NGO Monitor Letter to OHCHR High Commissioner Michelle Bachelet Regarding the BDS Blacklist
Dear Commissioner Bachelet,
According to media accounts, the Office of the High Commissioner for Human Rights is planning to issue at the end of January 2020 its discriminatory blacklist of companies purportedly doing business in Israeli “settlements” based on UN Human Rights Council (HRC) Resolution 31/36.
On March 4, 2019, you authored a letter to the President of the HRC noting that “given the novelty of the mandate [of 31/36], and its legal, methodological, and factual complexity, further consideration is necessary”.
To that end, we ask the following questions:
- Since March 4, 2019, what specific measures did you or OHCHR take to consider the “legal, methodological, and factual complexity” of 31/36?
- The original blacklist was prepared in 2017, nearly three years ago. Has OHCHR taken any steps to update the list? If so, when were these updates conducted? What specific measures were taken to update the list?
- Were concerned states and/or concerned companies notified that you plan to publish the blacklist in advance of the March 2020 HRC session?
- If such notifications were sent and no updates were conducted by OHCHR, did you inform the concerned states and/or concerned companies that the blacklist will be published based upon on data compiled by OHCHR in 2017?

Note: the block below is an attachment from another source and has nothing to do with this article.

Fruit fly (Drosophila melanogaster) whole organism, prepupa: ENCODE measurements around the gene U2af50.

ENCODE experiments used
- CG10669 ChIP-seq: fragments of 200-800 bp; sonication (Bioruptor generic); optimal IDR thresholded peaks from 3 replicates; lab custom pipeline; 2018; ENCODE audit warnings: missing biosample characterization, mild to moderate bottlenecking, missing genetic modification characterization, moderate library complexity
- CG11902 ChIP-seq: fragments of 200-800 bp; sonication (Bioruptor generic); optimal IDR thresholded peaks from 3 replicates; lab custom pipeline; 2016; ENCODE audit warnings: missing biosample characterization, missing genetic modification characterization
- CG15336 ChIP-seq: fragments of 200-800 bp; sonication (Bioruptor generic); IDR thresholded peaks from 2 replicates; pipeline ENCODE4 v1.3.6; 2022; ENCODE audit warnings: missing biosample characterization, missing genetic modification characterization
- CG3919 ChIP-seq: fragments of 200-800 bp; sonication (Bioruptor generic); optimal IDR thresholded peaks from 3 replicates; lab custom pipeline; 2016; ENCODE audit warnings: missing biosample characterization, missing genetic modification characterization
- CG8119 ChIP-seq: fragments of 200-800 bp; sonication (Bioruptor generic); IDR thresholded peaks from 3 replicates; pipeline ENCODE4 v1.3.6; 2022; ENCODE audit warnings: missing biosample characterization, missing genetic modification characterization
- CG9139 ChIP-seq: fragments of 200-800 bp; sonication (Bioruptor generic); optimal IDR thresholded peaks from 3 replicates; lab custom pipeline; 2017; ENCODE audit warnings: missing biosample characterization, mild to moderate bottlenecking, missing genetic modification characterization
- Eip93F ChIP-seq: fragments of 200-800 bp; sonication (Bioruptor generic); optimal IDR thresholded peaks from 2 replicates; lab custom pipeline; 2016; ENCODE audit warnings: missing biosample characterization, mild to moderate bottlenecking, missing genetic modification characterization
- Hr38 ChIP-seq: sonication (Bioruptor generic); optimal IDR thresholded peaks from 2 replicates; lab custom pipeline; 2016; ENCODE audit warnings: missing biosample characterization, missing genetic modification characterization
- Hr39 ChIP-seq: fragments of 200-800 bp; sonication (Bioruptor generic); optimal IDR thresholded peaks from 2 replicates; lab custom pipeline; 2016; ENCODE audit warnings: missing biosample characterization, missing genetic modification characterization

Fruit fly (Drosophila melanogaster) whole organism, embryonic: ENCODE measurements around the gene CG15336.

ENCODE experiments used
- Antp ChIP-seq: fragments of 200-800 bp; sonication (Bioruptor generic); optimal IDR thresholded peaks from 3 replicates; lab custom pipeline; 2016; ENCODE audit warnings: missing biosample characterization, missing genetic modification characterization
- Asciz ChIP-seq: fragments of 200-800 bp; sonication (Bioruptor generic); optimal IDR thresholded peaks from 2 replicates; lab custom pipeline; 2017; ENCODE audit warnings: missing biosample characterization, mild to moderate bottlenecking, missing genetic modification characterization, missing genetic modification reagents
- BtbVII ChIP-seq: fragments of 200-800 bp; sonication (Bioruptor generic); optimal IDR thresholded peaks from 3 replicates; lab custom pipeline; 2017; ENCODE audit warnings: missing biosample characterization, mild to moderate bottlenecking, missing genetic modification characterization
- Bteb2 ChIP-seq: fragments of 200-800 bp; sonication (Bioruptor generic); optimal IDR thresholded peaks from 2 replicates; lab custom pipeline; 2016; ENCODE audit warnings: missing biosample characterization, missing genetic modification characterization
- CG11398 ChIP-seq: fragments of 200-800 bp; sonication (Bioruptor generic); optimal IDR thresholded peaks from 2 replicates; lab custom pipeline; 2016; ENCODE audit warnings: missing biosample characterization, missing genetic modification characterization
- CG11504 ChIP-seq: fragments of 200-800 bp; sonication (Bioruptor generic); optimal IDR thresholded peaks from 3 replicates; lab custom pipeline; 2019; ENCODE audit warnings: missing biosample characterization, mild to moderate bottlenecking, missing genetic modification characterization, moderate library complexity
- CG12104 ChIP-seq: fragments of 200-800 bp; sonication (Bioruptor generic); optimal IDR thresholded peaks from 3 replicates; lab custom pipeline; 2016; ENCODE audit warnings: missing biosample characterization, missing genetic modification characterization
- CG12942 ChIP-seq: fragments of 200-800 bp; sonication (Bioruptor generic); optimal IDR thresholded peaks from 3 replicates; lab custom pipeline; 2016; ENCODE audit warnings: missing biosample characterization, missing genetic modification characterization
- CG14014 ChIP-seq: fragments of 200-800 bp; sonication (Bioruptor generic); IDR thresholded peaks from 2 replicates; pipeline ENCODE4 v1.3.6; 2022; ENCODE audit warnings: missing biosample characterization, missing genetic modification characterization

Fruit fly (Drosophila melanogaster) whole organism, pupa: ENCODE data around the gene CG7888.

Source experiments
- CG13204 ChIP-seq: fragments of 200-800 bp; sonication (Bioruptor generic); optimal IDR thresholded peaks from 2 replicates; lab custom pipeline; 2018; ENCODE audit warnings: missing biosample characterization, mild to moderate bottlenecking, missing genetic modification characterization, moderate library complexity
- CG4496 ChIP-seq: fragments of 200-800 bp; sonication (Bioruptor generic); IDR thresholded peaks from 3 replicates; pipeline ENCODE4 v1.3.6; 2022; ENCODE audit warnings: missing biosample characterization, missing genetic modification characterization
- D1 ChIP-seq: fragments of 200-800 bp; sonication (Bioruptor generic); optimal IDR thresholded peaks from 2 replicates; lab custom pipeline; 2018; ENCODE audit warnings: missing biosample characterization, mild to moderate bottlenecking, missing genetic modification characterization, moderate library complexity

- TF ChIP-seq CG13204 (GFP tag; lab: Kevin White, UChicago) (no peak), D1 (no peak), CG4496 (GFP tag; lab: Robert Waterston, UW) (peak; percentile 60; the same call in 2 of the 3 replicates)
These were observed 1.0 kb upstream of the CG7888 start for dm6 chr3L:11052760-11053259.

- On December 23, 2016, the UN General Assembly approved $138,700 to cover the costs. $102,400 was allocated as salary for the OHCHR employee hired to compile the list over a period of eight months, and $36,300 for “documentation.”1 This employee left her position in March 2018 and we are unaware of any additional funding authorizations granted for this project. Did OHCHR obtain additional funding to continue the “database” project from March 2018-through the present? If so, how much was this additional allocation and from where was it authorized? If not, from what regular OHCHR budget item is the database project drawing its funding and for how much?
In addition to the important due process and transparency questions raised above, we again remind you of our significant ongoing concerns regarding OHCHR’s preparation of this “database”.
Although called a “database” ostensibly about companies “directly and indirectly, enabled, facilitated and profited from the construction and growth of the settlements,” this discriminatory blacklist is intended to defame and economically damage companies for doing business with Israel. The ultimate goal is to isolate, demonize, and harm the Jewish state, as part of the antisemitic BDS campaign.
There are a number of substantive flaws regarding the “database,” which we highlight below. These include the promotion of antisemitism, disregard for human rights, multiple legal fallacies, and disregard for international peace agreements.2
The mandate of Resolution 31/36 was fulfilled with the publication of OHCHR’s January 2018 report. There is no moral, legal, methodological, or factual basis for this project to continue and we urge you to order its conclusion immediately.
- The OHCHR blacklist also violates the UN Charter, is based on a blatantly false interpretation of international humanitarian law, and subverts and damages the business and human rights framework, in particular the UNGPs and the concepts of due diligence and risk mitigation. See our January 2017 submission to OHCHR for more analysis on these issues available at: http://www.ngo-monitor.org/nm/wp-content/uploads/2017/01/Submissionto-HRC-on-Blacklist.pdf